Hypertension or high blood pressure is one of the major risk factors for stroke and heart disease. It usually presents with little or no symptoms and it is known to cause about 50% of death related to the heart or vessels. This great impact on the population’s health is however preventable, and can be largely decreased by lifestyle modifications and screening.
Blood pressure is represented by two values and is measured by a blood pressure cuff. The first and highest of these values represents the systolic blood pressure which equals the pressure in the arteries while the heart is contracting. The second value reflects the diastolic pressure which is the pressure in the arteries while the heart is relaxing. Blood pressure readings will vary in a single person throughout the day depending on certain factors. For example stress, smoking, exercise or caffeine will cause the blood pressure to normally rise and should be avoided prior to taking it.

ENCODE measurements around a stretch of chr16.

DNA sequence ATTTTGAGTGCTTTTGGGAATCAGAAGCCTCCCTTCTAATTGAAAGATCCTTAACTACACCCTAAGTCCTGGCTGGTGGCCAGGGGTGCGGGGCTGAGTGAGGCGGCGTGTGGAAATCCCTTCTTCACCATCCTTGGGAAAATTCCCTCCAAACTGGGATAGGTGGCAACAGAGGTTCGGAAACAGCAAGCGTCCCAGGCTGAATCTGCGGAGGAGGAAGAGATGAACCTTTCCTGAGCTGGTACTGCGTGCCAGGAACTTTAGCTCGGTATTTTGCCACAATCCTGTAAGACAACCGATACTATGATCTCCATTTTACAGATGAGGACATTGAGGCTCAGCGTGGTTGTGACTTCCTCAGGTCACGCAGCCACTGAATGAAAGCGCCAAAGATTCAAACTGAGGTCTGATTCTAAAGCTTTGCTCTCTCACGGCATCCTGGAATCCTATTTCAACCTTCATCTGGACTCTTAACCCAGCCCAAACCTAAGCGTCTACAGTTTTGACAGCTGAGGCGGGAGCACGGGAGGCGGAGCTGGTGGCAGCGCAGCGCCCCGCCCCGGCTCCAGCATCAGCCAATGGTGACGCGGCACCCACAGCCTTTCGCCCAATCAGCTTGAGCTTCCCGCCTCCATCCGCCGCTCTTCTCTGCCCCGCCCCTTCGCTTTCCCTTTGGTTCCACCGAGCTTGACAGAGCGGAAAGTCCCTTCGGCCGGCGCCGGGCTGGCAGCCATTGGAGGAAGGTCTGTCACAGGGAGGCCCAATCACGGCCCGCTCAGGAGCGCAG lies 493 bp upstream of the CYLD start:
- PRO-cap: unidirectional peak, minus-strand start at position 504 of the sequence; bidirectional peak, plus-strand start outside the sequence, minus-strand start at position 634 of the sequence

The American Heart Association defines a normal blood pressure as less than 120/80. Pre-hypertension ranges between 120/80 and 139/89, and high blood pressure is 140/90 and higher. The causes of this disease are several factors which may or may not coexist. These are mainly consumption of a diet rich in salt, genetic predisposition and increased resistance to blood flow in the vascular system.
A rare percentage of patients will experience symptoms associated with high blood pressure and it is usually discovered through screening or while seeking medical care for an unrelated complain. Symptoms may include but are not limited to headache, dizziness or blurred vision and are not specific to high blood pressure. The best modality for diagnosis remains screening every 2 years for people over 18 years old with normal blood pressure(less than 120/80) and on a yearly basis for pre-hypertensive people(ranges between 120/80 and 139/89). Moreover, each regular health care visit should include blood pressure measurement.
Although high blood pressure has many factors that cannot be changed such as age and heredity, it remains a preventable disease mainly through lifestyle modifications. The most important of these are eating a low salt diet, weight reduction, smoking cessation, decreasing alcohol intake and regular physical activity.